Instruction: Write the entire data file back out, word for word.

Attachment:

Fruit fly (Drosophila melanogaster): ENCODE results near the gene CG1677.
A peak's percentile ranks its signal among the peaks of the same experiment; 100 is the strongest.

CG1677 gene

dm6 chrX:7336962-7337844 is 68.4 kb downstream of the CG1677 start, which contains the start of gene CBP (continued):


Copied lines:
Fruit fly (Drosophila melanogaster): ENCODE results near the gene CG1677.
A peak's percentile ranks its signal among the peaks of the same experiment; 100 is the strongest.

CG1677 gene

dm6 chrX:7336962-7337844 is 68.4 kb downstream of the CG1677 start, which contains the start of gene CBP (continued):